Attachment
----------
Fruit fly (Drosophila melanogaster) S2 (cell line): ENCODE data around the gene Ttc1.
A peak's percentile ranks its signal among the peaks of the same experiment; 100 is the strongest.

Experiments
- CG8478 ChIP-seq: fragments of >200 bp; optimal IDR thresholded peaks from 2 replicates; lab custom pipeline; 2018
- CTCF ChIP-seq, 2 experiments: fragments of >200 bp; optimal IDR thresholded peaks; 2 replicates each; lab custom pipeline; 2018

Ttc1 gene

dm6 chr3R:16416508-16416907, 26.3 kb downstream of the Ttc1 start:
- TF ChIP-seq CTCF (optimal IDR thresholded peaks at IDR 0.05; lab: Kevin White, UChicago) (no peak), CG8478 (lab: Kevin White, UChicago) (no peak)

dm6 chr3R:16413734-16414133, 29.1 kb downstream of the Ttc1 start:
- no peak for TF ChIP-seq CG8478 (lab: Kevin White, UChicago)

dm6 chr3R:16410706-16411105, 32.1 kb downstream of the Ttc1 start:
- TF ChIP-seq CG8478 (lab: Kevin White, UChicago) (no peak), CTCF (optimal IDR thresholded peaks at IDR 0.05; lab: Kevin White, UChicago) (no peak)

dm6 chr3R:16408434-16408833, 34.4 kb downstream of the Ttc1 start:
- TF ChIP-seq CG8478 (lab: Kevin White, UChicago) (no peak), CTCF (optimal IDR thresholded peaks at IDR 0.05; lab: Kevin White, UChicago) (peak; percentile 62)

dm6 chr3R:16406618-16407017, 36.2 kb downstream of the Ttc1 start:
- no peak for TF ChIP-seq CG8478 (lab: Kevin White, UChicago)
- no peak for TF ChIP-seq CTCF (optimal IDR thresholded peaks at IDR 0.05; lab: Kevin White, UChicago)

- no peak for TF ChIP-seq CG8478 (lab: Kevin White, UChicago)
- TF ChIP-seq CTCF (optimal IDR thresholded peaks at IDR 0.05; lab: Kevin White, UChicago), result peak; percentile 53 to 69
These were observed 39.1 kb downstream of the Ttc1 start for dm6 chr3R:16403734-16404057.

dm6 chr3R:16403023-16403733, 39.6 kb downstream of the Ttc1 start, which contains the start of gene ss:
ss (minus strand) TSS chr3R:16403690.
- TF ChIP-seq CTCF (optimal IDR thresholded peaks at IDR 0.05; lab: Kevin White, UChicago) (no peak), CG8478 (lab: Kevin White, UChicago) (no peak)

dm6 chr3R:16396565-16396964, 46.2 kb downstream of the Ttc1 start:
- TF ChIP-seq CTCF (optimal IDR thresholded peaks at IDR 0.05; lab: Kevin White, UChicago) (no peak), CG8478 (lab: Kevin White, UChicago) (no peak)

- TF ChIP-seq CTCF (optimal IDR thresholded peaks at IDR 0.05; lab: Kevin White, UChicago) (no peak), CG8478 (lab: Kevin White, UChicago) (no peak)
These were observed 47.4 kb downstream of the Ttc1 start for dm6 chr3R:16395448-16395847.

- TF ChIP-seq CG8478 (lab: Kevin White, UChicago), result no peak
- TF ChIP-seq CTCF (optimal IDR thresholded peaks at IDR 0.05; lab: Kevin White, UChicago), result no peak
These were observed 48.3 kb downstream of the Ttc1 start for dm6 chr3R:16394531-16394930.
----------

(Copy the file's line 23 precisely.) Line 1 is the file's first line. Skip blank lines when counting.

- TF ChIP-seq CTCF (optimal IDR thresholded peaks at IDR 0.05; lab: Kevin White, UChicago) (no peak), CG8478 (lab: Kevin White, UChicago) (no peak)